LYSERGICALLY YOURS(Free E-Book)
by Frank Duff
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And with thanks to:
Courtney Lake, Nyala Ali, Jordan Powley, Kris Hill, Adam Lonero, Max Meyer, Robert Hopewell, Pat and Howard McCourt, all the K5ers and everyone else without whom this book would never have existed.
Ten hits of acid in my veins,
They occupied most of their time with a card game called Bop Ngo, or something similar. A scandalous event had occurred when Johnny tried to actually pronounce the name of the game once. Every one of his captors immediately tried to correct him and to explain the proper pronunciation. They succeeded in communicating exactly nothing, until Thoc had the brilliant idea of writing the word out for Johnny. This enabled him to immediately identify it as one of the-words-with-lots-of-circles. This had the secondary benefit of simultaneously eliminating it from his only other category for Korean words, being: the-words-with-not-so-many-circles.
The method of play of this game apparently consisted largely of putting down unimportant cards to lull your opponents into a false sense of security. Then suddenly someone would lay down a card belonging to a special subset for which the rules of the game demanded that all players immediately start yelling and gesticulating as loudly and frantically as possible. The fracas would escalate to near jumbo-jet-landing magnitude until suddenly all players would pull out their cell phones and continue to squawk loudly into the phones which would then register on their clamour-o-meters (a feature apparently present in all Korean cell phones) which player had contributed most powerfully to the pandemonium, that player then receiving one point and play continuing. Johnny had tried at one point to determine exactly which cards belonged to this special category. His most successful theory had been the short-lived but glorious 'odd-numbered-red-cards-higher-than-six theory'. It was however contradicted three days after its conception by a controversial seven of squids play (squids being a green suit).
There were very few allowable interruptions to Bop Ngo. The most common being shift change. There would be a jangling of keys and a click-clack of the door being unbolted from outside. Then two men would enter fully rested or, more often, hungover and two others would leave. Truth be told though, this rarely interrupted the game for more than a moment; the new arrivals often simply picking up the discarded hands of their predecessors and continuing from where the game had left off. Generally, the only other thing that superseded Bop Ngo was food; four generous meals a day.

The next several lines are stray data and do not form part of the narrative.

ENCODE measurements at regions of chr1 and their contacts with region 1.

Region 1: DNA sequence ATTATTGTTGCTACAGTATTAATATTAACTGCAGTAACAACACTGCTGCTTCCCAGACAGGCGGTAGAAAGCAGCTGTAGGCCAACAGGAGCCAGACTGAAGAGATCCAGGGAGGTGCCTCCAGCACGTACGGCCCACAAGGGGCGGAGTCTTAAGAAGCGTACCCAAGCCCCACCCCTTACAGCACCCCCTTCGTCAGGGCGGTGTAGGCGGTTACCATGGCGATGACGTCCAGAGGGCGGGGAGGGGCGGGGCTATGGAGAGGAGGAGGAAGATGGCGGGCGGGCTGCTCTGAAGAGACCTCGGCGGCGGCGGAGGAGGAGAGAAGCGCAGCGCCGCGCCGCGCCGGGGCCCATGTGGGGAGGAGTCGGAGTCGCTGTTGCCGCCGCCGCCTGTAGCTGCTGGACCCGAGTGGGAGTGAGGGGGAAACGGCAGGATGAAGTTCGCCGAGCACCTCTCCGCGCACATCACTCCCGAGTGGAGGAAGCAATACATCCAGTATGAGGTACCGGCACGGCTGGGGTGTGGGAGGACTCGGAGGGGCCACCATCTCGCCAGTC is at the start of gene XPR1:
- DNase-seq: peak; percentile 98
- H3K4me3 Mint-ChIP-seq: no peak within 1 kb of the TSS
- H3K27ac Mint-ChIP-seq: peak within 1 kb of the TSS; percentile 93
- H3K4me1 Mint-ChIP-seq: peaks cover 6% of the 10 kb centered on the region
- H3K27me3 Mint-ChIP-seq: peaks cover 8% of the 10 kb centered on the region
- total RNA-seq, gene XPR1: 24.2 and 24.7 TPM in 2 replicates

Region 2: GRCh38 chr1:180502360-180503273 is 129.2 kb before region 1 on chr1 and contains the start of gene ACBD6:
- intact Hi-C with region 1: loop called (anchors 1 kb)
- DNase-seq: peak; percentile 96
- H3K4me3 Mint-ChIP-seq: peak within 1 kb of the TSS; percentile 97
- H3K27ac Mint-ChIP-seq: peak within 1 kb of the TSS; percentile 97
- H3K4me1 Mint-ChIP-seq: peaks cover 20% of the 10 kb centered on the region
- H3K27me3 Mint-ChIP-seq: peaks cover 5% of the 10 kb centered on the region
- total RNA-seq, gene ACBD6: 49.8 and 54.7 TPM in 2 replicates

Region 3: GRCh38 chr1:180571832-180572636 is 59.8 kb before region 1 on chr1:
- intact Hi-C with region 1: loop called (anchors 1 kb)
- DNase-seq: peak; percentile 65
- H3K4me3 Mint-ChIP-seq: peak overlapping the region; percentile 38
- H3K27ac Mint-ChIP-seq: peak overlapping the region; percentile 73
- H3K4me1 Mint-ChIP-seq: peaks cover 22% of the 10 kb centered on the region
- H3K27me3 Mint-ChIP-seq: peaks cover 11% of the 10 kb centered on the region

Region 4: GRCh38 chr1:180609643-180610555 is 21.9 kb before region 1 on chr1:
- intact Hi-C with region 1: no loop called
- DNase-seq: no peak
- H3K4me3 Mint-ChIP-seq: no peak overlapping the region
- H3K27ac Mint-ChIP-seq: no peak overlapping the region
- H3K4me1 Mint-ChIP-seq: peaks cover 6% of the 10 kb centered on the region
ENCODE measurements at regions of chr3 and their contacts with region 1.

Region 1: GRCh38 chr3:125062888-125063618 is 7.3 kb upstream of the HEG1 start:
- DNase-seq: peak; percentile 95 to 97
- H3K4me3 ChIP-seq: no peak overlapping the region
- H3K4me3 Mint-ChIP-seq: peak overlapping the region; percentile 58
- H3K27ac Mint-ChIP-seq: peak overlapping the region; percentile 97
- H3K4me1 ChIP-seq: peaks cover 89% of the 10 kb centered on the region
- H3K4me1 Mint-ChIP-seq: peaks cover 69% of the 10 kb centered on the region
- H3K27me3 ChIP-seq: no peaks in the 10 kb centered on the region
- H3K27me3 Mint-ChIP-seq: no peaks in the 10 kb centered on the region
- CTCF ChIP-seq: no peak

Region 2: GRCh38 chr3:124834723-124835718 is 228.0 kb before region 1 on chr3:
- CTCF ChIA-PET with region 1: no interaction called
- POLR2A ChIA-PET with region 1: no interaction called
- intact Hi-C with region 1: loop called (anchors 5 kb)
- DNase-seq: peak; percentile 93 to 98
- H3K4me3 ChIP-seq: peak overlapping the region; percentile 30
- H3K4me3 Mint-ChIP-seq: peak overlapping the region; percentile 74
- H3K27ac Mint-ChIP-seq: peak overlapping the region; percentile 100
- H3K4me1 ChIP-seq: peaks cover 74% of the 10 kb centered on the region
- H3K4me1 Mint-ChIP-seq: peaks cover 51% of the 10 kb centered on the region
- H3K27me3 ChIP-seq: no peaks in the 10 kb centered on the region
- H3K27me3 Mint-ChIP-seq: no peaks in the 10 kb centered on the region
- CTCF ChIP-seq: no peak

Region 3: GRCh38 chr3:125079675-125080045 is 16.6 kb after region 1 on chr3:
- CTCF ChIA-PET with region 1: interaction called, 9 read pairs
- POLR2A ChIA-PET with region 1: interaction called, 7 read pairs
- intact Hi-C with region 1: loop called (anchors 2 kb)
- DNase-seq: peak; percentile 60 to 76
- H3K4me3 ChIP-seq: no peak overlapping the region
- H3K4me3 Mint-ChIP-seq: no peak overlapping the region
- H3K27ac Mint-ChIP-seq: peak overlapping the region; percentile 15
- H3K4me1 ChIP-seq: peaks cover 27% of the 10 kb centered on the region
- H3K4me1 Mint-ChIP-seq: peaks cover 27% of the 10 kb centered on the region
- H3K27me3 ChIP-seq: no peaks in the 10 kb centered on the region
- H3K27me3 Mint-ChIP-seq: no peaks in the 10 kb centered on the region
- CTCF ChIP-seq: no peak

There were no cards being played just then however, and for neither of those reasons; there were gunshots outside. From the sounds of things, there would very shortly be gunshots inside. Johnny looked around for a place to hide or, failing that, something to be used as a weapon. Not surprisingly, considering he was in a cell, there was little in the way of either to be found. It's come to this then, he thought, digging into his pocket. When his captors had searched Johnny they had failed to notice the concealed second pocket inside the right hip pocket of his pants. The fact that they had searched him as one would search for weapons rather than for drugs was a sure sign that they had no idea why it was that there was such a huge price on Johnny's head. To be fair, Johnny wasn't exactly sure himself. He had sewn the pocket there himself in order to secret away his acid in the case of being hassled by the cops. He had never ended up needing it for that purpose. But now he drew out a dime bag containing a torn and crumpled square of blotter, maybe five hits worth. The gunfire was growing more sporadic, time was running out. Quickly, so as not to allow himself time to reconsider, he shoved the acid under his tongue.